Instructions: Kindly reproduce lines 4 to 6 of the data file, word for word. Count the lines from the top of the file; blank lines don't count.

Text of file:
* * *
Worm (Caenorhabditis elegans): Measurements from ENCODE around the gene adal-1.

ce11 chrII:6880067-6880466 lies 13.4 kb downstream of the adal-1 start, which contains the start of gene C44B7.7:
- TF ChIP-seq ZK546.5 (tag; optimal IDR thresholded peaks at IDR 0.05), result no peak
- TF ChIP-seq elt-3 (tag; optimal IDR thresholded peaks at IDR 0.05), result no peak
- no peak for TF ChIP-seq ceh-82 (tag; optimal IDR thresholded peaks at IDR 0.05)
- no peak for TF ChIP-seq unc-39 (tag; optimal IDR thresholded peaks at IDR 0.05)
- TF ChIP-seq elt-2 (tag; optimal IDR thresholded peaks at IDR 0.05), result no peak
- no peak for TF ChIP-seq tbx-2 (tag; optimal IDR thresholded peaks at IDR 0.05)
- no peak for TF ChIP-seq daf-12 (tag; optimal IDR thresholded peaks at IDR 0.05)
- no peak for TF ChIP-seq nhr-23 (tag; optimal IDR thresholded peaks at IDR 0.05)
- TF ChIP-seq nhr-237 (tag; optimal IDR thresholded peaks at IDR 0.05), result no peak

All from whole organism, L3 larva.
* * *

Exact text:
- TF ChIP-seq elt-3 (tag; optimal IDR thresholded peaks at IDR 0.05), result no peak
- no peak for TF ChIP-seq ceh-82 (tag; optimal IDR thresholded peaks at IDR 0.05)
- no peak for TF ChIP-seq unc-39 (tag; optimal IDR thresholded peaks at IDR 0.05)